GetWindowText() API. If a button contains a display name such as "OK," "No," or "Cancel," FOE clicks the button based on its priority as determined by its order in the "act upon" list. FOE will also close new windows, regardless of whether they have buttons or not. This design feature allows FOE to test many applications without hanging due to a window that is opened.
New drillresults.py Script for Picking Out Interesting Crashes
With some target applications, FOE may produce too many uniquely crashing test cases to investigate manually in a reasonable amount of time. We have provided a script called
drillresults.py to pick out crashes that are most likely to be exploitable and list those cases in a ranked order. (The most exploitable cases are listed first.)
To use this script, run
For command-line usage, run
New Fuzzers Added
FOE 2.0 adds four new fuzzing strategies: drop, insert, truncate, and verify. The set of available fuzzing strategies now includes
Odds and Ends
Vulnerabilities Found with FOE 2.0
We have found a number of vulnerabilities using FOE 2.0. For example, VU#118913 describes a set of vulnerabilities in Oracle Outside In that affect a wide range of products including certain versions of AccessData Forensic Toolkit (FTK), ACD Systems Canvas, Avantstar Quick View Plus, Cisco Security Agent DLP, Guidance Encase Forensics, HP TRIM, IBM OmniFind Enterprise Edition, Kamel Fastlook 2009, kCura Relativity, Kroll Ontrack EasyRecovery and PowerControls, Lucion FileCenter, McAfee GroupShield and Host Data Loss Prevention, MarkLogic Server, Microsoft Exchange 2007 and 2010, and NewSoft America Presto! PageManager 9. See also CVE-2012-1766, CVE-2012-1767, CVE-2012-1768 CVE-2012-1769, CVE-2012-1770, CVE-2012-1771, CVE-2012-1772, CVE-2012-1773, CVE-2012-3106, CVE-2012-3107, CVE-2012-3108, CVE-2012-3109, and CVE-2012-3110.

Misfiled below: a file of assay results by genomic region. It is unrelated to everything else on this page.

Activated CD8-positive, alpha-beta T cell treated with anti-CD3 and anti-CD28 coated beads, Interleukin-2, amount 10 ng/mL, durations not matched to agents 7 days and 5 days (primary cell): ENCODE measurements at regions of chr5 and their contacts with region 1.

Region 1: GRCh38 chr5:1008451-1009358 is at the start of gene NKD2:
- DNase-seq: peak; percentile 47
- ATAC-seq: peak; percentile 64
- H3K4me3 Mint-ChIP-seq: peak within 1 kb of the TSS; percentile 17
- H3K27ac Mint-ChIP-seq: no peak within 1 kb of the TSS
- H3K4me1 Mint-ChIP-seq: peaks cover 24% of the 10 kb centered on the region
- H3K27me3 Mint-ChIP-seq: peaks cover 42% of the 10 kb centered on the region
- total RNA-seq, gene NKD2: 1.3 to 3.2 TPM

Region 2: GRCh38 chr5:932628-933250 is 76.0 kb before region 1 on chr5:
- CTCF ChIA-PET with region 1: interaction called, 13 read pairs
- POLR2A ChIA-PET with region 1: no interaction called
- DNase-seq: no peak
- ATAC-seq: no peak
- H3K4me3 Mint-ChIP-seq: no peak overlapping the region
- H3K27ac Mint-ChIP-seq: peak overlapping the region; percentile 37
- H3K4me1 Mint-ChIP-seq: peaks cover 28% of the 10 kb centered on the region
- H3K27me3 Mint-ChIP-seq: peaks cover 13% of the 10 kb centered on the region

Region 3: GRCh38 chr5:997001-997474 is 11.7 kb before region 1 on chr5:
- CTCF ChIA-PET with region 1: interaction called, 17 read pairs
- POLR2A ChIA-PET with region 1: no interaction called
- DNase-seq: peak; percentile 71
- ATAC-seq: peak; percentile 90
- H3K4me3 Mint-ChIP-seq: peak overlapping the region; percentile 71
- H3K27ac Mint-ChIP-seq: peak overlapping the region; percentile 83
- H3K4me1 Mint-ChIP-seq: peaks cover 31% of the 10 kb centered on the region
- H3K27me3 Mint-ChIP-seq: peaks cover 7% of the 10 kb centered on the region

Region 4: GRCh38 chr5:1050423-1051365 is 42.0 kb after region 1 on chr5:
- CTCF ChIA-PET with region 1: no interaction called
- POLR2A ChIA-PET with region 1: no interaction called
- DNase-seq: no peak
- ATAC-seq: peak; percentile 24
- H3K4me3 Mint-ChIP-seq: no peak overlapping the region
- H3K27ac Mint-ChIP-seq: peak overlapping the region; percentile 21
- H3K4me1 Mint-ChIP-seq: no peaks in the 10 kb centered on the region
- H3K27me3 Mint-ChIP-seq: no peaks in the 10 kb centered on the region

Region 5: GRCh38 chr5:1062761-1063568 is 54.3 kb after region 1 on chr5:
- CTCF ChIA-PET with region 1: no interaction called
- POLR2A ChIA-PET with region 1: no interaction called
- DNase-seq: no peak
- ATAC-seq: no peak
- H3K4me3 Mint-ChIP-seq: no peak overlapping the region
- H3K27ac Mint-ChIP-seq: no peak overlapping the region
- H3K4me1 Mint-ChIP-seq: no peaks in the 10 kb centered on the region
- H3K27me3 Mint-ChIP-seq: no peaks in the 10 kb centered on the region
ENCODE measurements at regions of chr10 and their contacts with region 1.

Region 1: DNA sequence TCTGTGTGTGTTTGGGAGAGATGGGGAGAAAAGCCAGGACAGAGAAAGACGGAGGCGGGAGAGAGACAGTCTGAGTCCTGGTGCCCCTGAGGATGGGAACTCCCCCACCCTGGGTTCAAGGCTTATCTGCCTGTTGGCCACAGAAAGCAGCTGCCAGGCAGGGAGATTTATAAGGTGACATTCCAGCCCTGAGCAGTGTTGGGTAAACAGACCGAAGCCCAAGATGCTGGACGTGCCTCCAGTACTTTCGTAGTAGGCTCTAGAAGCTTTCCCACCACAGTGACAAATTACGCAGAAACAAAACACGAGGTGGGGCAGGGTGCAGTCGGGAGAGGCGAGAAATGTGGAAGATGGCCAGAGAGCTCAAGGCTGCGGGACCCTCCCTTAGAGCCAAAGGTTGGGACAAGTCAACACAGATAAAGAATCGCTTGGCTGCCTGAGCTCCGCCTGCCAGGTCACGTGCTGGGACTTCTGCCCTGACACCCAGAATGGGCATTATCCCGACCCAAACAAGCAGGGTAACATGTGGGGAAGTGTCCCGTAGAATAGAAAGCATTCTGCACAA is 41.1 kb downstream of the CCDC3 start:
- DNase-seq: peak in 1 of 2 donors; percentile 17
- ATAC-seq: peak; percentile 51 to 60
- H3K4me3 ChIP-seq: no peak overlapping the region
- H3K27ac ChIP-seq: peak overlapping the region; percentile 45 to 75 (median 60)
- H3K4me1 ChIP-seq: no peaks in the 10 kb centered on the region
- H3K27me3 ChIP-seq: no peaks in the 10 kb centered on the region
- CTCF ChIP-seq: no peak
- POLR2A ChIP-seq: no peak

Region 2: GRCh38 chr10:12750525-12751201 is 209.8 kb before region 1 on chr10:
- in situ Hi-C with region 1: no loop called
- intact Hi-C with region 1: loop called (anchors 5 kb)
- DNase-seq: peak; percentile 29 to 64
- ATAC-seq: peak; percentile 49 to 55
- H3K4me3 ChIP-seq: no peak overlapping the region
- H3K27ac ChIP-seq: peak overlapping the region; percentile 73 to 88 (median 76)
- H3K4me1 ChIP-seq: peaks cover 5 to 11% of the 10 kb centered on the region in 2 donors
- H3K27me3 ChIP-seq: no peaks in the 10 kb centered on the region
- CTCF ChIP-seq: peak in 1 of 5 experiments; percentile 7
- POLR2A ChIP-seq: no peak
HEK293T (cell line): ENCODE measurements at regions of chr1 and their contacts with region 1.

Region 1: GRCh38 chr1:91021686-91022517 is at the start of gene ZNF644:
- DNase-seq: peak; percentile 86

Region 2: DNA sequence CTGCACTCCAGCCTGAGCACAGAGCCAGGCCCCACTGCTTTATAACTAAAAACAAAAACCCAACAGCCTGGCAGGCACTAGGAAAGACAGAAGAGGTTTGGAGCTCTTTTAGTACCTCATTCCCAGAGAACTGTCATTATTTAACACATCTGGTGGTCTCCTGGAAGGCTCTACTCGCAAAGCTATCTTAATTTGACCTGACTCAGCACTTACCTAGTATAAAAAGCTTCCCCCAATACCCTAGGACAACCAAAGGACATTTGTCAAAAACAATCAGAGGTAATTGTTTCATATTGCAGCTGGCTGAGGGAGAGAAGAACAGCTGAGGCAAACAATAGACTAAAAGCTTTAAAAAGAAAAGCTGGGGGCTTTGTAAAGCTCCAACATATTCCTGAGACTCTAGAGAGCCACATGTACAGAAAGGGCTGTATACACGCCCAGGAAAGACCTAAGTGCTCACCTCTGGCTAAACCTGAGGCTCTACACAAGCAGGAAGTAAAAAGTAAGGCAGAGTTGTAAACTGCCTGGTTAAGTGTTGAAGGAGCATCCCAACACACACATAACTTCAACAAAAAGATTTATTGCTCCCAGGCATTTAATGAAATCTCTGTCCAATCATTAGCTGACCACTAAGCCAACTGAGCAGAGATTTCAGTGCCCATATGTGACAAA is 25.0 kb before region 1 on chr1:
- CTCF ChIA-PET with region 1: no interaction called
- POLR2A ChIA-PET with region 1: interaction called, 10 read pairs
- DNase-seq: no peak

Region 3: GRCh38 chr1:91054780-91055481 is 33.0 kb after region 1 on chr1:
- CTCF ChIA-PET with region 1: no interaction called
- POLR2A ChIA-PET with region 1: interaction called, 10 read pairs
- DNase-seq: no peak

To install FOE 2.0, run FOE-2.0-setup.exe in a virtual machine. The installer should detect and attempt to download prerequisites and configure your environment appropriately.
Many options can be specified in the configuration file. See the included README.txt and configs\examples for more information. FOE can be downloaded on the CERT website.